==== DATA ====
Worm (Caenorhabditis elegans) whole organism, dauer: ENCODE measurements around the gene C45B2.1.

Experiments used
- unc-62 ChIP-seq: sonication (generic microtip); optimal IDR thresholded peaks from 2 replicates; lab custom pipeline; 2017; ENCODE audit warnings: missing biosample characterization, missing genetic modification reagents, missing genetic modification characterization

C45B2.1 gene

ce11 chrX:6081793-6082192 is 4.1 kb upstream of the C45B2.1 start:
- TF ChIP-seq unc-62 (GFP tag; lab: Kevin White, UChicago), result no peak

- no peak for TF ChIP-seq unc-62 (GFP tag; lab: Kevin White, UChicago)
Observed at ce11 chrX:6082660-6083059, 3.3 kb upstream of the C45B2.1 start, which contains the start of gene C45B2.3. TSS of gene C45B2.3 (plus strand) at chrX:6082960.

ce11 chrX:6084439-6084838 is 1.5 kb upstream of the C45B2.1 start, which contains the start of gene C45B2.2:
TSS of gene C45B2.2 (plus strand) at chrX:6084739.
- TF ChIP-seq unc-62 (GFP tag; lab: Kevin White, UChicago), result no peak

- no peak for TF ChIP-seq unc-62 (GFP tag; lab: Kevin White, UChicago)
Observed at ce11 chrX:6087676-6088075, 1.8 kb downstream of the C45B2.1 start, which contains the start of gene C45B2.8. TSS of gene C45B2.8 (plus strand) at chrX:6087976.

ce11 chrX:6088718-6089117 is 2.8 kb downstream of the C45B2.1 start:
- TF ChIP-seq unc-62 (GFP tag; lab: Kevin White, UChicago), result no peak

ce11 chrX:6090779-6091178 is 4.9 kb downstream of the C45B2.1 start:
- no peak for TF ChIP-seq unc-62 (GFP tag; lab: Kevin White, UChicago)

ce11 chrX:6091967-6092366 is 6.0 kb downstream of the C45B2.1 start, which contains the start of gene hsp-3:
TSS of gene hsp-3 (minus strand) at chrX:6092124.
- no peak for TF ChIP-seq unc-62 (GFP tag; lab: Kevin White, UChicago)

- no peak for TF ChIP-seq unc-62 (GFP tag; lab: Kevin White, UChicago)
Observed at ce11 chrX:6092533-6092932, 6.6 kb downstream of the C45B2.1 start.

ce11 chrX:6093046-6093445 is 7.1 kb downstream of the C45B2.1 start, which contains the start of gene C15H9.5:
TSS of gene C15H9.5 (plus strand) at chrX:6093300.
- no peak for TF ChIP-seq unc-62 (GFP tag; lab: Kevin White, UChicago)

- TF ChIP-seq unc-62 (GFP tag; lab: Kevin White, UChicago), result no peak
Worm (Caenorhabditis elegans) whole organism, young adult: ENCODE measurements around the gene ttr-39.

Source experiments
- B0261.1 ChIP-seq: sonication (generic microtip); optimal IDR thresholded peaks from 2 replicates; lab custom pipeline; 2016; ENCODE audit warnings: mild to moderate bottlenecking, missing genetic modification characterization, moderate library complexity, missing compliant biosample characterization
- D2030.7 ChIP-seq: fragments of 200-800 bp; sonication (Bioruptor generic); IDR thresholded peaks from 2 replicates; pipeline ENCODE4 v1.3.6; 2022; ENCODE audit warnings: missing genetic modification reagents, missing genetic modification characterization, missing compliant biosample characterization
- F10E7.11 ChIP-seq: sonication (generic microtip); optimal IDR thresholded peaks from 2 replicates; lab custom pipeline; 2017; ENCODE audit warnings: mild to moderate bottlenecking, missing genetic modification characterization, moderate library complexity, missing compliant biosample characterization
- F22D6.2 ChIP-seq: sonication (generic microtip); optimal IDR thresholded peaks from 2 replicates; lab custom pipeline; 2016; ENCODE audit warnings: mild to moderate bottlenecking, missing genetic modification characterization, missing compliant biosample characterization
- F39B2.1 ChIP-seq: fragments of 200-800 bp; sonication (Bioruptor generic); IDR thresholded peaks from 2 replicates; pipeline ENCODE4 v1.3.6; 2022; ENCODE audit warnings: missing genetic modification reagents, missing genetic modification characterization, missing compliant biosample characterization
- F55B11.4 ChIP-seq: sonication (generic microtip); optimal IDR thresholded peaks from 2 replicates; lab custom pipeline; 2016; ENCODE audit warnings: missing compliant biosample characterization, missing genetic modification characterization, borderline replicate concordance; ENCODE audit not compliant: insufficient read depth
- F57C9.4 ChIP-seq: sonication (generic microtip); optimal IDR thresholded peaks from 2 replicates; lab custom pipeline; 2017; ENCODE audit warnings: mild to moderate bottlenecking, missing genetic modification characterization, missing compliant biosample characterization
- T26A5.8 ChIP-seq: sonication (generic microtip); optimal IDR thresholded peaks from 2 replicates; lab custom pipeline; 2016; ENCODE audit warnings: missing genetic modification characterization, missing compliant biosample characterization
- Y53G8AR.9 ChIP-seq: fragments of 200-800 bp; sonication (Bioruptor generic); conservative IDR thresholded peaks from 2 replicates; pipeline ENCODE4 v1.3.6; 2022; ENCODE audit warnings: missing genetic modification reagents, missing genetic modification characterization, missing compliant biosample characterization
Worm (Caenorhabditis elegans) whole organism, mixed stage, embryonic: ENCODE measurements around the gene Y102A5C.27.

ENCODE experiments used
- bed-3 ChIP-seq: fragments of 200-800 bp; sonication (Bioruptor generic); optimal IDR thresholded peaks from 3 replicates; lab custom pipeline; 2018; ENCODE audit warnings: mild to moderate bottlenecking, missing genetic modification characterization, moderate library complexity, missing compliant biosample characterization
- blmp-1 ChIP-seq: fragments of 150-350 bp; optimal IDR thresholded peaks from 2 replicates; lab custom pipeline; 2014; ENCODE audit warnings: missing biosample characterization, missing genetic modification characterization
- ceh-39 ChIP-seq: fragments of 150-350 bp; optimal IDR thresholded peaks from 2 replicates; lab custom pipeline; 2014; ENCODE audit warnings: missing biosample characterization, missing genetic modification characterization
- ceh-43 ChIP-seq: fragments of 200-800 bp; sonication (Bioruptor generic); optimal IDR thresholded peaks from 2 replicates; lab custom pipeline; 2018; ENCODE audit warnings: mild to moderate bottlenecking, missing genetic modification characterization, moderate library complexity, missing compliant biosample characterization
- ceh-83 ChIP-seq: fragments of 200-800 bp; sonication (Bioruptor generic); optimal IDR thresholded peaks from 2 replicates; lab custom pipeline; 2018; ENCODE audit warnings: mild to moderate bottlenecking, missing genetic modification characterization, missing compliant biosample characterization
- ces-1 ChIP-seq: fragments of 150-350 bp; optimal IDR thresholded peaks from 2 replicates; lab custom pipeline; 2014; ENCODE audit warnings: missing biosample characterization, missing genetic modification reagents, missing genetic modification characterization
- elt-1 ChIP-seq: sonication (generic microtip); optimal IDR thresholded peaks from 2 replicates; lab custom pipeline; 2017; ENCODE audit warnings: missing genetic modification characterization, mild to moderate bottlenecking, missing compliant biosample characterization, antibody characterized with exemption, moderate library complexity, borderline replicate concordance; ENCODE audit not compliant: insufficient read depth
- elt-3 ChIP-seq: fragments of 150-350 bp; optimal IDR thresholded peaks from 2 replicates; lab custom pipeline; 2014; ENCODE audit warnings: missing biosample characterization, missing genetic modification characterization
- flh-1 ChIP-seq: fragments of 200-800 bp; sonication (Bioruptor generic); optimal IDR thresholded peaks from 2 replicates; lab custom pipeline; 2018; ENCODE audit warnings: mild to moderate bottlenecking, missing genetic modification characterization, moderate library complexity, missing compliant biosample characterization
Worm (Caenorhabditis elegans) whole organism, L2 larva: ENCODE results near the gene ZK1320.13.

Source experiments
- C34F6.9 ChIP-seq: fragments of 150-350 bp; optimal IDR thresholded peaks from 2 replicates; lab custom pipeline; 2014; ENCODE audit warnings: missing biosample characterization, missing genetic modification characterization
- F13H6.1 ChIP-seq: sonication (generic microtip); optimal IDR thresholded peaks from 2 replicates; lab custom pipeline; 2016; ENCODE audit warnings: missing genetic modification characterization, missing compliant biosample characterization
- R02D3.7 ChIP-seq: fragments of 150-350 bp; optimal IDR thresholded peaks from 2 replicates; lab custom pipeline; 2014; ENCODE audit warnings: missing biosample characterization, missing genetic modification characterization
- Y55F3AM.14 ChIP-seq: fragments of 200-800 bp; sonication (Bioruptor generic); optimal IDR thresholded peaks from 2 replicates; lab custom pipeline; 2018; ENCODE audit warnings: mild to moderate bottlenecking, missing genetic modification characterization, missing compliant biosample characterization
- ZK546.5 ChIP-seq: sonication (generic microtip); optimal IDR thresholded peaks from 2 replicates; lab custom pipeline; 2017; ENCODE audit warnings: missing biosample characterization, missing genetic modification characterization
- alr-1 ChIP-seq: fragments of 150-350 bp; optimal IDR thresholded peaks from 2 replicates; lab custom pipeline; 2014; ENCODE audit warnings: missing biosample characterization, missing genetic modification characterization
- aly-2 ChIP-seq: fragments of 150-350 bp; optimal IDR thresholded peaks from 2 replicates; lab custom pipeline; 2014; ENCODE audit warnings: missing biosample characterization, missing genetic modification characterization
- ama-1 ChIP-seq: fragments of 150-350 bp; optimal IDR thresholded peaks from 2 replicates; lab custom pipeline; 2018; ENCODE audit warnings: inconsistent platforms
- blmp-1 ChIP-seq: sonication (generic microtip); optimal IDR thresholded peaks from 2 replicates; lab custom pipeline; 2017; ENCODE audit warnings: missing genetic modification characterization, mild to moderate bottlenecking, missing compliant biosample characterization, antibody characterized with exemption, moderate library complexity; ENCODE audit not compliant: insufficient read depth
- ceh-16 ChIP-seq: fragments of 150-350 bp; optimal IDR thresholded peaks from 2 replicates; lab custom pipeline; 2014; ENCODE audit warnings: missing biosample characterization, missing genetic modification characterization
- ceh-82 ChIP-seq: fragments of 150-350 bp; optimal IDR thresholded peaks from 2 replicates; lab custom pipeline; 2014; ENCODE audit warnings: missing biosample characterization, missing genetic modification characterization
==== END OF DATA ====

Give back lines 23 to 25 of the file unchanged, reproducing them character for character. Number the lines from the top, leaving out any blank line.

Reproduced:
ce11 chrX:6093046-6093445 is 7.1 kb downstream of the C45B2.1 start, which contains the start of gene C15H9.5:
TSS of gene C15H9.5 (plus strand) at chrX:6093300.
- no peak for TF ChIP-seq unc-62 (GFP tag; lab: Kevin White, UChicago)